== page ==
“I spoke with Shirley Buffett's husband who told me Shirley died in 1999 and I thought you’d like to know” – Marg Willington

“John ‘Beakley’ Beagley died in Cairns Base Hospital on 27 November after a long illness. John was at ASOPA in 1967-68 and had various postings being well known in Bougainville, Rabaul and the Mortlock Islands” – Hugh Greer



“Through the kindness and support of people in our community, Tasminnie is finally being welcomed back to Australia. It is so very encouraging to us to realise that there are so many people who care about our situation and are ready to raise their voices when an injustice is being done” – Brian White

“The little girl has made it to Australia! Tasminnie arrived in Port Moresby from Popondetta and I collected her and looked after her that night. This morning I took her to the airport and she made it safely to Brisbane” – Graham Pople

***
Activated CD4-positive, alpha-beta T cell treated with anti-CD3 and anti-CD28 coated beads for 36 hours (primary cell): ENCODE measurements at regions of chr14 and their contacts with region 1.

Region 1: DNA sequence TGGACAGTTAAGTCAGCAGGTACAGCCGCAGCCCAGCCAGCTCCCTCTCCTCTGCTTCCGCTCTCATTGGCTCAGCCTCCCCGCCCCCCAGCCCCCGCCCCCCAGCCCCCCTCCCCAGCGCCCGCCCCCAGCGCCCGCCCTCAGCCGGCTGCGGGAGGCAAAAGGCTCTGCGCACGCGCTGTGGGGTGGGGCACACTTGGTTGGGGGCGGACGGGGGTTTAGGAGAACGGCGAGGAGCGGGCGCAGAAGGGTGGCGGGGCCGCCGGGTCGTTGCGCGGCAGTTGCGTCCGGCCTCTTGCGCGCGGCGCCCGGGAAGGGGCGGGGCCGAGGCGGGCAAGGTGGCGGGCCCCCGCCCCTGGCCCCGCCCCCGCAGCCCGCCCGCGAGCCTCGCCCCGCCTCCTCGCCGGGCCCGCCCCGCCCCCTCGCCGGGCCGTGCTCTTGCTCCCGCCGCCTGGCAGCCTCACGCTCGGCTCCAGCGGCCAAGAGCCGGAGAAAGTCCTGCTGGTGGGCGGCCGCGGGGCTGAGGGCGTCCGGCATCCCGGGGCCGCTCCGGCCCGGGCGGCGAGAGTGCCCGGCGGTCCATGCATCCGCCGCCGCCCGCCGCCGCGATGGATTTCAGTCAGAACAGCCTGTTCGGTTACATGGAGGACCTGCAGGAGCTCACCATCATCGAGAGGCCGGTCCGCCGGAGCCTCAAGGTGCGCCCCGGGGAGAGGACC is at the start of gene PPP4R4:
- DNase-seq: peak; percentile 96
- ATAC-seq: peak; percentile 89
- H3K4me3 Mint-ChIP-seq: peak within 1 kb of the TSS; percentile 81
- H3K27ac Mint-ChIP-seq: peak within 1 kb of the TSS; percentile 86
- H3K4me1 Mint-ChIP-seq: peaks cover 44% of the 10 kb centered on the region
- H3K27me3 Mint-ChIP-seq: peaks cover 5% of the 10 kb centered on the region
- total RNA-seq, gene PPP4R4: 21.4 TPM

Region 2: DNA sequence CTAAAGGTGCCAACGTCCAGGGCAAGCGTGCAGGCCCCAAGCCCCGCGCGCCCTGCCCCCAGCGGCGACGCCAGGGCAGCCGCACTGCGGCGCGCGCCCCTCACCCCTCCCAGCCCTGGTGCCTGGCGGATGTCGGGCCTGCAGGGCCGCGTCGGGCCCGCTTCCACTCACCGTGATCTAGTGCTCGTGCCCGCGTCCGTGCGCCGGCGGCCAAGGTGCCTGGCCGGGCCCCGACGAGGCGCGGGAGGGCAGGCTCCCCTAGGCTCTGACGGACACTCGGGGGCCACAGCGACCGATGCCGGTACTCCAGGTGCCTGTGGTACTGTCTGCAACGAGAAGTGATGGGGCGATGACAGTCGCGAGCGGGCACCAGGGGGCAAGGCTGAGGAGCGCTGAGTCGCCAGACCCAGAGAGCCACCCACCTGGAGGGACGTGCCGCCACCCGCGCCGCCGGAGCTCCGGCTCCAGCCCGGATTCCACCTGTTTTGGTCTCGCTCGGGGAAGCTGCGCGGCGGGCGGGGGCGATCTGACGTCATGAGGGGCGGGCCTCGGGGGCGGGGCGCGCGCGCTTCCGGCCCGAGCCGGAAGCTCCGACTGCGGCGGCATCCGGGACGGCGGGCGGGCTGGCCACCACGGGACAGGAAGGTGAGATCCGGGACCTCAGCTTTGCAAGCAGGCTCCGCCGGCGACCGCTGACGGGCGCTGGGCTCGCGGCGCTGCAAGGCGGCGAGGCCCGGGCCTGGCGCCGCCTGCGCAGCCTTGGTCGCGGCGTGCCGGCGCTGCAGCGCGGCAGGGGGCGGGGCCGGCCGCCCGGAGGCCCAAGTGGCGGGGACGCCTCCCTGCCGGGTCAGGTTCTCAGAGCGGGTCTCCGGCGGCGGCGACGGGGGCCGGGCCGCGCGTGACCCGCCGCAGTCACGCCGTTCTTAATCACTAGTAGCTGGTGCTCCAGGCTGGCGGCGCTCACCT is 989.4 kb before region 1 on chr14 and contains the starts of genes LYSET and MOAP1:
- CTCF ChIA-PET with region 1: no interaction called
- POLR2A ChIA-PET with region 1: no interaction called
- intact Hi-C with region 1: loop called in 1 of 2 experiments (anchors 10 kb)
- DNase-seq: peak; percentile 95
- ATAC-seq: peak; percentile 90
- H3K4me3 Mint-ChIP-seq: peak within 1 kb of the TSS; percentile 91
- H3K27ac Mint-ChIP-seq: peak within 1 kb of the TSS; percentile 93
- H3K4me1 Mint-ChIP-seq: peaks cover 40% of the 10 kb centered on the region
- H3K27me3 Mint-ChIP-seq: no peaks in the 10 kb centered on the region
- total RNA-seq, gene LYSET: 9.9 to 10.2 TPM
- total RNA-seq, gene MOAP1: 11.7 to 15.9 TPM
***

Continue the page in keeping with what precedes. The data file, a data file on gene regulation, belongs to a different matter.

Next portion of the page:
“I write on the big day of the ‘knot tying ceremony’. Relatives and friends arrived from far and near. Musicians honed their skills. Florists plied their trade. Dressmakers lined their pockets. Jewellers rubbed their hands. The local club clothed its tables. Cake cookers did their best. Our pastor perfected his presentation. God's own country warmed its weather in anticipation” – Joe Crainean

“When we knew the teenaged Joe he was a bright eyed, harmless little feller in short trousers. There was little to prepare us for the smoothie he would become. The ceremony was designed to leave all female bosoms heaving: his words of undying love and devotion generously scattered. Joe was in his element. The twinkling eyes and grin splitting his Amish beard embraced everyone in the church. I didn't join in the lovely hymns because I was doing what Moose used to do in the sixties in front of a sad movie on TV” – Henry Bodman



“Bill and Diane Bohlen call in at Benelong Road for lunch. I discover that Diane and I voyaged to Australia from Blighty on the same migrant ship – the Georgic – in 1949. Now how about that” – Keith Jackson

“A young female photographer appeared with a smile to melt snow off the Andes and whispered in halting English for each of us to smile. I had no intention of buying her photos but when she reappeared three hours later I was digitally enhanced in full tango with a blonde beauty you only dream about. I bought the photo” – Bill Welbourne